In the surreal past few months, P.W. Singer has watched the concept for his new science fiction thriller come to life. Singer is an author, an expert on 21st-century warfare at New America and, lately more than ever, a consultant helping companies in tech and other industries grapple with the repercussions of global unrest. His soon-to-be-released novel about social upheaval, automation and artificial intelligence, "Burn-in," is named after the practice of pushing a new technology to the breaking point. But Singer didn't expect the future of technology to arrive as fast as it has amid the fallout from COVID-19, forcing tech companies, governments and people everywhere to adapt on the fly. Get what matters in tech, in your inbox every morning. "Has Pandora ever been put back in a box?" Singer asked during a recent phone interview from his home near Washington, D.C. "Roles and applications that would have previously seen a more gradual transition over the course of years have been pushed forward in a matter of weeks."

The video chat that existed in the 1870s

National Geographic

Since the invention of the telephone and even before we had it in real life, video chatting has appeared in science fiction. See how this once elusive technology was commonplace in illustrations, television, and movies for over a century. You hear your phone ring. You look down, and what do you see? Ah. After you hit decline, think about how commonplace video chat's become.

'Spaceship Earth' revisits controversial Biosphere experiment

Boston Herald

Biosphere 2 was touted as a new Noah's Ark, a new Garden of Eden, a way to test how humans might colonize other worlds and study the effects of greenhouse gasses on Biosphere 1 -- aka the Earth. Eight carefully vetted and uniquely skilled "Biospherians" would enter the gleaming glass and steel vivarium in the desert in Oracle, Ariz., (that's right) in 1991 and spend two years inside the sealed environment with plants and animals, even a coral reef, collected from all over the world and try to sustain themselves with what they could harvest inside. It was a real-life version of the prophetic 1972 science-fiction film "Silent Running" from director Douglas Trumbull ("2001: A Space Odyssey") and co-writers Michael Cimino ("Heaven's Gate") and Steve Bochco (TV's "Hill Street Blues"). But were the "Biospherians" really scientists? Or were they the offshoot of a cult-like group that had started life as a pseudo-theater collective in hippie-era San Francisco led by a "genius" named John Allen, who is described by one enthusiastic at first follower as a "mind musician"?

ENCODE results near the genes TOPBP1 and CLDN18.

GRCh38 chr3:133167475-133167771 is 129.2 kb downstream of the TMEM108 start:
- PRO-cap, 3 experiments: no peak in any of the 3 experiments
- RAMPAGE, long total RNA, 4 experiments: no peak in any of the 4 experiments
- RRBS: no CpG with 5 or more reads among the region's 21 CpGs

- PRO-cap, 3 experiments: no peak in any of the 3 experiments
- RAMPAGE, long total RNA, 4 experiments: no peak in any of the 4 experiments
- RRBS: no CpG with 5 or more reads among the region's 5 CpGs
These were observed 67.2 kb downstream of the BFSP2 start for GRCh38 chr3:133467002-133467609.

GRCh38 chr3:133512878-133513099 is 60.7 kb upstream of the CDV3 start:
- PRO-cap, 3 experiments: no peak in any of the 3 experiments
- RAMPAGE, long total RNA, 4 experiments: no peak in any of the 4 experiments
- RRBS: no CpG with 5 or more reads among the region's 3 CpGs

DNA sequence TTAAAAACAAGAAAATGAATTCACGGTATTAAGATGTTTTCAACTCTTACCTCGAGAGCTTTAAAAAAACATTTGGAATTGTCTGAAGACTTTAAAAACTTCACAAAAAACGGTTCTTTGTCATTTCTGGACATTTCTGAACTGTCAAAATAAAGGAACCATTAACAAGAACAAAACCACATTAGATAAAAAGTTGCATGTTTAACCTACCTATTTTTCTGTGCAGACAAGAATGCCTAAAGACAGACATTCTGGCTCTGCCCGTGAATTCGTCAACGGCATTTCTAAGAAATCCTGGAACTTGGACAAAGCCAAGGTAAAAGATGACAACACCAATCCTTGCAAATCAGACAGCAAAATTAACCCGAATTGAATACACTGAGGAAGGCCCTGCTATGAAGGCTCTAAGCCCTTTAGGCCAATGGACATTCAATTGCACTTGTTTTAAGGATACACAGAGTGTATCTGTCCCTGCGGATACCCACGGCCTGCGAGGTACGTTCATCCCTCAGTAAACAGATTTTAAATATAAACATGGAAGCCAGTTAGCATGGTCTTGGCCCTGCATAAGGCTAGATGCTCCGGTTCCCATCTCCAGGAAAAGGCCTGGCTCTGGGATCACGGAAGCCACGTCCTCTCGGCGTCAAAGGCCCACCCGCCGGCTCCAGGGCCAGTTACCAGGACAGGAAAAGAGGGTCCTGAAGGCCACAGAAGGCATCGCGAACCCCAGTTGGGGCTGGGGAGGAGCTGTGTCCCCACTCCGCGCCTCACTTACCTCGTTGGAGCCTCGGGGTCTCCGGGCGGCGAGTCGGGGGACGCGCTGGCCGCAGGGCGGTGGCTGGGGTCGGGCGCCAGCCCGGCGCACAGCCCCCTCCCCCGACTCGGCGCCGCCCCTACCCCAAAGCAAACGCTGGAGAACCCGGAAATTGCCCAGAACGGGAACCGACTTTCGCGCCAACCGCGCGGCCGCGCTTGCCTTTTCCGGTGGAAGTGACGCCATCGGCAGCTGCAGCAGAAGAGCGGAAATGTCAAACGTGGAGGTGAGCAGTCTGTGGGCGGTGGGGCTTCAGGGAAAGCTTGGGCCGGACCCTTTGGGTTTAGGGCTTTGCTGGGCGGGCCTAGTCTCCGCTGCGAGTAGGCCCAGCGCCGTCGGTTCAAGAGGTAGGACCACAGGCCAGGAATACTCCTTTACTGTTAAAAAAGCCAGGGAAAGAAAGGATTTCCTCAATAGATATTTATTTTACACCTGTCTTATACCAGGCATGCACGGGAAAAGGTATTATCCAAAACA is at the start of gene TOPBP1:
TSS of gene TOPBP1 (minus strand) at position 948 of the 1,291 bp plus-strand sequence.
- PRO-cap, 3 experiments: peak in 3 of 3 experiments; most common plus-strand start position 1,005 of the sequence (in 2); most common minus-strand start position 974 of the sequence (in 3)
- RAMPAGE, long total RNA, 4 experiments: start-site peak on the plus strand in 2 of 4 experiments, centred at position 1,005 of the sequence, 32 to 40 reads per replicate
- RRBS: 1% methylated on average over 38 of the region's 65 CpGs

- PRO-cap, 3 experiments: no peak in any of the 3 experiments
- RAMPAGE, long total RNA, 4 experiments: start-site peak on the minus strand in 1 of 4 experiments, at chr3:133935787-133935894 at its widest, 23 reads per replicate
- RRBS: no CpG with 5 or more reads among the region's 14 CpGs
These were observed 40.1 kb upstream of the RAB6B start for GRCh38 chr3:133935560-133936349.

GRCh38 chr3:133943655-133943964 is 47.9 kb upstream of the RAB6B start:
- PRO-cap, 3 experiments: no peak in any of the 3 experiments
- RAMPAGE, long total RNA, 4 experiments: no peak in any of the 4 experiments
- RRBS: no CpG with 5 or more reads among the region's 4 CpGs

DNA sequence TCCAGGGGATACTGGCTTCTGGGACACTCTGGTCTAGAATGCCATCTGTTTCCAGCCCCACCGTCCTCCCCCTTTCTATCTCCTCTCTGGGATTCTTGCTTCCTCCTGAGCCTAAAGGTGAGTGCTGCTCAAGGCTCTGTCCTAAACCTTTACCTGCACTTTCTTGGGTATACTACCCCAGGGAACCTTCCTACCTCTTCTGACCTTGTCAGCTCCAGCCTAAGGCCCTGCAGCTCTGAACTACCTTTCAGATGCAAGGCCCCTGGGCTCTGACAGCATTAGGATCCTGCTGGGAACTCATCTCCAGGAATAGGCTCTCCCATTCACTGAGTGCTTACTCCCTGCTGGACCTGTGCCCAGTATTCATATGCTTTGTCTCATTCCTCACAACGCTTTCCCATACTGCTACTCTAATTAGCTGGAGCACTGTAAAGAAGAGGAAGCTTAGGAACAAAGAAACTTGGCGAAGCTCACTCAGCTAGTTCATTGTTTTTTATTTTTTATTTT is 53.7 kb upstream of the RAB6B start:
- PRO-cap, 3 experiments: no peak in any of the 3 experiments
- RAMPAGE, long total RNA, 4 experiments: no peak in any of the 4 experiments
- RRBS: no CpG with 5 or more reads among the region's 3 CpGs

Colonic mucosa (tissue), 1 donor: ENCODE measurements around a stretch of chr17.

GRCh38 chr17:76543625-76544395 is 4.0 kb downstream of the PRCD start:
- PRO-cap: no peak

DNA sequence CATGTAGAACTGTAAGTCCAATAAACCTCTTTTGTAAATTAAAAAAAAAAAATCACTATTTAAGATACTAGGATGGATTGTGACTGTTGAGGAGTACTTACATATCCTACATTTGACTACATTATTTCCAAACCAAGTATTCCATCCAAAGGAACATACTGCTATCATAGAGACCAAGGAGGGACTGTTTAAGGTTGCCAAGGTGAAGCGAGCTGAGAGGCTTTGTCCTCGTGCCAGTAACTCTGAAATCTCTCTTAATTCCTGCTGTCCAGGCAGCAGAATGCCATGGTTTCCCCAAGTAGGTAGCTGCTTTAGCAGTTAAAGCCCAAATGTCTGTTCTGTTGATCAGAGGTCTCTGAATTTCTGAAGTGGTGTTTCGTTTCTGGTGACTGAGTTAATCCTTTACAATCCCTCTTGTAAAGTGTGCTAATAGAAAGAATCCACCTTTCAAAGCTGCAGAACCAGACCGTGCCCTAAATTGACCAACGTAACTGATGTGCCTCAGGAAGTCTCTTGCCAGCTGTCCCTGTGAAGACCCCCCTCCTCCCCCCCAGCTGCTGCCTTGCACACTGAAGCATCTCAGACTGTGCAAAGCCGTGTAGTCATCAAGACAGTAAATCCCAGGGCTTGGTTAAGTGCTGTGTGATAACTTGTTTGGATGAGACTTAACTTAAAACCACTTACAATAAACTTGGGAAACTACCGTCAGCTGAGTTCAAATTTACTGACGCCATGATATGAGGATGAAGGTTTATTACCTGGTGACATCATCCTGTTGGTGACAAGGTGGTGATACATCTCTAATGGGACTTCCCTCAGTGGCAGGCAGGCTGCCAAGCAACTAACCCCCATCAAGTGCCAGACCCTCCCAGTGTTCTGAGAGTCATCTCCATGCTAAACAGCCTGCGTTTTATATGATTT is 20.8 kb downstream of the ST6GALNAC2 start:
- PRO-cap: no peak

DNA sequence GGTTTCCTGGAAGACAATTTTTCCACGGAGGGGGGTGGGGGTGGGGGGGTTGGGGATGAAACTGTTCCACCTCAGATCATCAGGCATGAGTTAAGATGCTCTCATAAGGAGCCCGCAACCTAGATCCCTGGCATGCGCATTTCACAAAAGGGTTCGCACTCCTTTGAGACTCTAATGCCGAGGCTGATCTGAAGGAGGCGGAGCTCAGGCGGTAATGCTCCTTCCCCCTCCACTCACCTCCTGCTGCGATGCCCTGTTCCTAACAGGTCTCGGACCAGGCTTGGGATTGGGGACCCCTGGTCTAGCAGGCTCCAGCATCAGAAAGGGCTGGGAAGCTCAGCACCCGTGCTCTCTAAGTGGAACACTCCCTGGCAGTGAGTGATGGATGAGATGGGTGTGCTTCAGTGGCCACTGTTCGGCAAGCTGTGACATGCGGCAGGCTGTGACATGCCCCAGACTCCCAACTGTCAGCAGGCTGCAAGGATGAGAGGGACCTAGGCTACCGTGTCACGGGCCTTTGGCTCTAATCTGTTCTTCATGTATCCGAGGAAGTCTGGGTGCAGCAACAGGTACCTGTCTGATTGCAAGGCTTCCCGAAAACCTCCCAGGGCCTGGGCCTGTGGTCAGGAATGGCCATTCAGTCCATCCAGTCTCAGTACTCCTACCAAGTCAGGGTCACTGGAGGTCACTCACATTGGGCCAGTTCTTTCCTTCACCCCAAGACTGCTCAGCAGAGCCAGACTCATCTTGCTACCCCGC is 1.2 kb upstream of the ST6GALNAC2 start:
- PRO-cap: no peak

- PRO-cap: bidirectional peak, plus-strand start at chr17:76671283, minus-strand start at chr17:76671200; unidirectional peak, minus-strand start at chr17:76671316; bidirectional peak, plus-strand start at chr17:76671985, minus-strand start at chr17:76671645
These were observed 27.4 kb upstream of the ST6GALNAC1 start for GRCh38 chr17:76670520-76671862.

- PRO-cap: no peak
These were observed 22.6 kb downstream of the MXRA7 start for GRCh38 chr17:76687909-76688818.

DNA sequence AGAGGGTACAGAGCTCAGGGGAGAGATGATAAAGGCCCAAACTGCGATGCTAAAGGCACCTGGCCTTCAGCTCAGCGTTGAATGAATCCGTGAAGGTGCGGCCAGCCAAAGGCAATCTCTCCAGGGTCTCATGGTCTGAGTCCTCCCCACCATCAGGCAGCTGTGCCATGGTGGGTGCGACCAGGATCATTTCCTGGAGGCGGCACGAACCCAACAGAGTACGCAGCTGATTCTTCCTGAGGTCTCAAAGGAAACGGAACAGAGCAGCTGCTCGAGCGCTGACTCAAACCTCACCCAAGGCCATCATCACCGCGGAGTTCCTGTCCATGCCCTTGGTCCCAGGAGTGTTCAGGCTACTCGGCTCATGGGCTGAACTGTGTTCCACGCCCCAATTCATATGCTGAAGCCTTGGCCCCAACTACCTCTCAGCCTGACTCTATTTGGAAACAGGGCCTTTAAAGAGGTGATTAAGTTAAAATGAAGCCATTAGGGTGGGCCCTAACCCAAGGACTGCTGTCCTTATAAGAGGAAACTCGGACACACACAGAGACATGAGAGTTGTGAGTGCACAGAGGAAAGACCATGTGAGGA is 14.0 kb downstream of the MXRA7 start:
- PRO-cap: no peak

Cancel NASA: Coronavirus is now America's final frontier


I have always been in love with space travel. I was born in the summer of 1969 when a man set foot on the Moon. I grew up a lover of Star Trek, of Star Wars, of Battlestar Galactica, of 2001: A Space Odyssey, of all forms of science fiction in which humankind leaves the bonds of terra firma and travels into the void, to the planets, to the stars. Rockets, space stations, habitats, and bases on the moons and planets intrigued me as a child, and also throughout my entire adult life. So much that I have spent part of my professional career as a writer addressing our national space program, including a look back at the technologies that enabled the Apollo landings, and interviewing people who made it possible.

RoboCop is coming to 'Mortal Kombat 11' on May 26th


NetherRealm still isn't done bringing pop culture icons to Mortal Kombat 11. Its Aftermath DLC arrives on May 26th with not only a new story (more on that in a moment) and greater roles for fighters like Fujin, Nightwolf, Shang Tsung and Sheeva, but the addition of... RoboCop. Yes, you can wield everyone's favorite police officer turned cyborg and dish out a very rough form of justice. The team even worked with Peter Weller to recreate his character. Aftermath is notable as the first add-on for the game that continues the core storyline.

Baseball and Sci-Fi Make Quite the Team


Science fiction author Rick Wilber is best known for writing about baseball, including a series of alternate history stories about real-life catcher-turned-spy Moe Berg. Wilber's preoccupation with the game is understandable given his upbringing. "My father was a major league baseball player," Wilber says in Episode 412 of the Geek's Guide to the Galaxy podcast. "Then he was a minor league manager--AAA manager--for many years. So I grew up in dugouts and clubhouses of major league teams through the 1950s into the '60s."